Westward Expansion of America 1860-1890

Whether it was agricultural, industry or railway, the economy of America was emerging. There was substantial growth to west during the late 18th century, especially in the population. There were enormous number of immigrants, ready to start a new life and bring new traditions to the up and coming America. With the increasing population, there had to be a way to transport them, hence the rapid expansion of the railway to the west. With the new railway system, the populace of major cities enlarged exponentially. The more people there is the more mouths you must feed. America soon blew up agriculturally, a lot of immigrants and families heading to the west, obtained land and farmed it for produce. Not only agriculturally but America soon became a powerhouse for industrializing as a country.

The railroad may have had the biggest role in rapid westward expansion. Moving countless numbers of people, animals, and anything from tools to shoes. The west showed promise and tantalized a lot of families that already settled in the east. Not only that but immigrants who were coming from Europe, Asia, Mexico, or even Canada, were settling in the west ready to start a new beginning. All that couldn’t be possible without the railway system. Although there were downsides to the construction of the railway and the new settlers finding a new home. It was the fact that the land was already occupied, mainly by Native Americans. The tragic fact that the Native Americans were driven out of their home land and slaughtered, only so Americans could have more land and make it easier for them to industrialize. Heading out west and taking land that didn’t belong to them quickly became an American tradition. Most new western settlers would use their new land to farm or ranch and America quickly became a very agriculturally based country.

Farming and ranching soon became very popular in the west. During the mid-late 18th century, produce such as wheat, corn or even cotton overtook production of previous commodities in America. Within this period, the United States population more than doubled, creating more needs from these farmers. But these farmers soon grew enough produce and raised enough cattle for meat, that they created a surplus. There were many reasons that influenced this outcome. It wasn’t only the ridiculous number of people moving to the west, but what they brought with them. With the ever-industrializing America, new farming equipment were being invented, innovated, or developed. Making it so much easier for farmers to be able to do their jobs. Factories in major cities making a lot of these farming equipment, created jobs that assisted in the westward expansion.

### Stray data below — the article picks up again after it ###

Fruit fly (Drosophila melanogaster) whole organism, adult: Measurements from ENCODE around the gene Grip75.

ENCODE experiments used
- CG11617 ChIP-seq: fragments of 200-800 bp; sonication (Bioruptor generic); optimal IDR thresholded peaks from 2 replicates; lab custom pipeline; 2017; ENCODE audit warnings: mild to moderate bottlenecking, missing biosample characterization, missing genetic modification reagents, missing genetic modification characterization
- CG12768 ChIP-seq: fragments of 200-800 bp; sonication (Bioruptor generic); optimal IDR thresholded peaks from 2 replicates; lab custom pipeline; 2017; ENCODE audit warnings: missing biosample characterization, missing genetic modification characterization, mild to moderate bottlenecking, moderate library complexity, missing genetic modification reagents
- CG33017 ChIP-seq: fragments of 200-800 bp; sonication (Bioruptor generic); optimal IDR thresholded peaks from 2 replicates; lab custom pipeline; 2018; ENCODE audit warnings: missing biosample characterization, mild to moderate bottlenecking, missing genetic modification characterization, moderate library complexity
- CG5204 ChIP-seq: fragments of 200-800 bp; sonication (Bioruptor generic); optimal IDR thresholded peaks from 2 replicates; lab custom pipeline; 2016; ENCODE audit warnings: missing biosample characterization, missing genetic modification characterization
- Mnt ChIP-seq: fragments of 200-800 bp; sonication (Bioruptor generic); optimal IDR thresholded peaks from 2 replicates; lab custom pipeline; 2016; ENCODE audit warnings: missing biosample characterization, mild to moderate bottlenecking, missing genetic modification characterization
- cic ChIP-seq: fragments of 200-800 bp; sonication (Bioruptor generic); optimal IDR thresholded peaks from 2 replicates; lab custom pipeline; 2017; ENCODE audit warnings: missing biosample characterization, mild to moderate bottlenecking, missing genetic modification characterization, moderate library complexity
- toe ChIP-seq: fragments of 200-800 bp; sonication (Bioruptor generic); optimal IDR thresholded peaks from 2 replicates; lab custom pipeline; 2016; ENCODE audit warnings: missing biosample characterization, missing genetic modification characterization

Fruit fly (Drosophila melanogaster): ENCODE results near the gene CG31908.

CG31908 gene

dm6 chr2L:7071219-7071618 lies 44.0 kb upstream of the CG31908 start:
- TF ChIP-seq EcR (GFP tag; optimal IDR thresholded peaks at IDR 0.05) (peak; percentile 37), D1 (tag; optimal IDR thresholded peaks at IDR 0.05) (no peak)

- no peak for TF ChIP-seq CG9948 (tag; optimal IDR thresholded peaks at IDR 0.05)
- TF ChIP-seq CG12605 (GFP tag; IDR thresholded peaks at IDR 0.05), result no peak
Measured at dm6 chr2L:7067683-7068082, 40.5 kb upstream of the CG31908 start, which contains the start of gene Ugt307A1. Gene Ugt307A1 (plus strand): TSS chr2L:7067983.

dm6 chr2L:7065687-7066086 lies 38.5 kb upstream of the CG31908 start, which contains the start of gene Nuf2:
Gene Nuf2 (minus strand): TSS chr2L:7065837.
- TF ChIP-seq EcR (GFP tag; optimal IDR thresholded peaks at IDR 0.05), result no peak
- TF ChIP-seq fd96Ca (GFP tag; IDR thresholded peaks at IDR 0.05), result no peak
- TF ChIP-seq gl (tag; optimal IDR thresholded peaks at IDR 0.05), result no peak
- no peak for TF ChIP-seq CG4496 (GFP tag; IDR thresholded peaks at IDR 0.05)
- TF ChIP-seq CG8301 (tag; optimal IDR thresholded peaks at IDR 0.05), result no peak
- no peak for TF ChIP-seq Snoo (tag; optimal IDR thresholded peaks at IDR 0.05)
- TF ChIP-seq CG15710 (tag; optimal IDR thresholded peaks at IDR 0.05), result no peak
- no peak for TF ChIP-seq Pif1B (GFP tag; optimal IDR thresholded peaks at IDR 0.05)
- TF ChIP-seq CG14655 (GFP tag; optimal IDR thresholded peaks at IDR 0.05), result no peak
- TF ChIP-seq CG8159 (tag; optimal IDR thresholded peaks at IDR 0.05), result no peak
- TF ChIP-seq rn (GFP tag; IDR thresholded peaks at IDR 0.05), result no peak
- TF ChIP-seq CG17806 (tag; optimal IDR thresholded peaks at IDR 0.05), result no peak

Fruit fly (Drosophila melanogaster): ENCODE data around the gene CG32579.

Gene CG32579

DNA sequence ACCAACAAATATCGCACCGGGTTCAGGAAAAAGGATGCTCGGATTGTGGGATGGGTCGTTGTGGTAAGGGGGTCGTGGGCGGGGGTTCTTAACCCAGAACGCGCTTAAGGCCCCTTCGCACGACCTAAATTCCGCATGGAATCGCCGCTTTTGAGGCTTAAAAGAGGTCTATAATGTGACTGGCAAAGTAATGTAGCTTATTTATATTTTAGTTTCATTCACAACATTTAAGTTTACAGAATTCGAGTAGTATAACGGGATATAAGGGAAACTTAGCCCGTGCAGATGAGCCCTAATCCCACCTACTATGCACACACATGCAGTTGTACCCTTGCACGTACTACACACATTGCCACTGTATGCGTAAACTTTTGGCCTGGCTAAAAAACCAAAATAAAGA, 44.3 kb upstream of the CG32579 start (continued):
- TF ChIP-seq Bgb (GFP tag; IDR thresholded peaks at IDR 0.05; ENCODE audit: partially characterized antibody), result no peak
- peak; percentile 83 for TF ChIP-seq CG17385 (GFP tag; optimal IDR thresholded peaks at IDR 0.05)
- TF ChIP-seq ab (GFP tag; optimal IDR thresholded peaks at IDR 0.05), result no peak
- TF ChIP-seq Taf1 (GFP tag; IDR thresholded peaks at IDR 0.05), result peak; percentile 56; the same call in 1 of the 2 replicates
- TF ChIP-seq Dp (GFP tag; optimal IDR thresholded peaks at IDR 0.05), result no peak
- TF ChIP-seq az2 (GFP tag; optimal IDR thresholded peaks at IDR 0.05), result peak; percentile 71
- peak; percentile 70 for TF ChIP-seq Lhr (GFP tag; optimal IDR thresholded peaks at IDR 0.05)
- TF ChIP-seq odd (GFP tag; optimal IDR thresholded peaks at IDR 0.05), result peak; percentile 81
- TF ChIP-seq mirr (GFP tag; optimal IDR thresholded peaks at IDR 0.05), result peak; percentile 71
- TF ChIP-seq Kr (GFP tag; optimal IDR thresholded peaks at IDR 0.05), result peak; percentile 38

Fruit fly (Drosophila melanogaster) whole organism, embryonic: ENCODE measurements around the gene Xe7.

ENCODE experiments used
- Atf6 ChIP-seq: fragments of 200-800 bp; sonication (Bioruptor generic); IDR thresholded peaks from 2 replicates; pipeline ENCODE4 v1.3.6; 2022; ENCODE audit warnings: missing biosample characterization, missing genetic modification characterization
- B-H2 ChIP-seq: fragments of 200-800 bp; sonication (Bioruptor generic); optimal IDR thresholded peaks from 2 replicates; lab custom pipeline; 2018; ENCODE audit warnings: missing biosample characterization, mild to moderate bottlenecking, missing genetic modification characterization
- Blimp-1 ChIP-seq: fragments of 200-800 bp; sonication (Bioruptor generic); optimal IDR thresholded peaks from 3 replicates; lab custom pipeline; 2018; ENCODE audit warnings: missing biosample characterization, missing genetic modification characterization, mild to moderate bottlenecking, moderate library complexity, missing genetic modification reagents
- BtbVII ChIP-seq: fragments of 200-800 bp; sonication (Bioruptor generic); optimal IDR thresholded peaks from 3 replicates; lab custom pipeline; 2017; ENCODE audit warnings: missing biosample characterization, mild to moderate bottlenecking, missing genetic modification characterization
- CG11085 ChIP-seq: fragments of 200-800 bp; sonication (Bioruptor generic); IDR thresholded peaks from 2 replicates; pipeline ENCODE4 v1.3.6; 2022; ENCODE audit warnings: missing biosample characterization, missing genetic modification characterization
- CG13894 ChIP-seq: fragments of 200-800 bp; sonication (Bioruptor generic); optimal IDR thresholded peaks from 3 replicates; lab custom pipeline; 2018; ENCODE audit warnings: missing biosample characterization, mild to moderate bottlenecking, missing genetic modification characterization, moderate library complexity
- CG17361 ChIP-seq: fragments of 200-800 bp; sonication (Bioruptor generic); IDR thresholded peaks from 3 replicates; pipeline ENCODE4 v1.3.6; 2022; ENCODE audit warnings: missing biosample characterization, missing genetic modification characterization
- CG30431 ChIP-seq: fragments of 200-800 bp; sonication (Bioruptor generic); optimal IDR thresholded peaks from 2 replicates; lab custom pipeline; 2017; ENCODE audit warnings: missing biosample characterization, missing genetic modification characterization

We have the early industrializing of America to thank for helping populate major cities, creating jobs almost out of thin air. Factories and businesses attracted people from all over the world, helping expand the population to the west. People migrated from major cities like New York to Chicago to Milwaukee or even Omaha. Again it comes back to using the railway to move west, not everyone migrating west was looking to find land and farm it, some had other ideas. Not everyone heading west could participate in the agricultural movement, many settled in these cities and worked in factories or other industrialized fields. Which was okay because it helped in the successful westward expansion of an early America.

Who was to gain from the expeditious move west? Well, a lot people have better lives now because of it, but again it couldn’t have happened if our ancestors didn’t do some unspeakably cruel things to the Native Americans. Taking their land and slaughtering men, women and children, for the prospect of moving west and creating new jobs and starting new lives. America’s economy did grow, it grew substantially, agriculture and industry played arguably the biggest roles in that. Without the railways hasty move west, that may have not been possible. The Westward Expansion of American from 1860-1890 played an integral role in the early growth of the modern-day United States.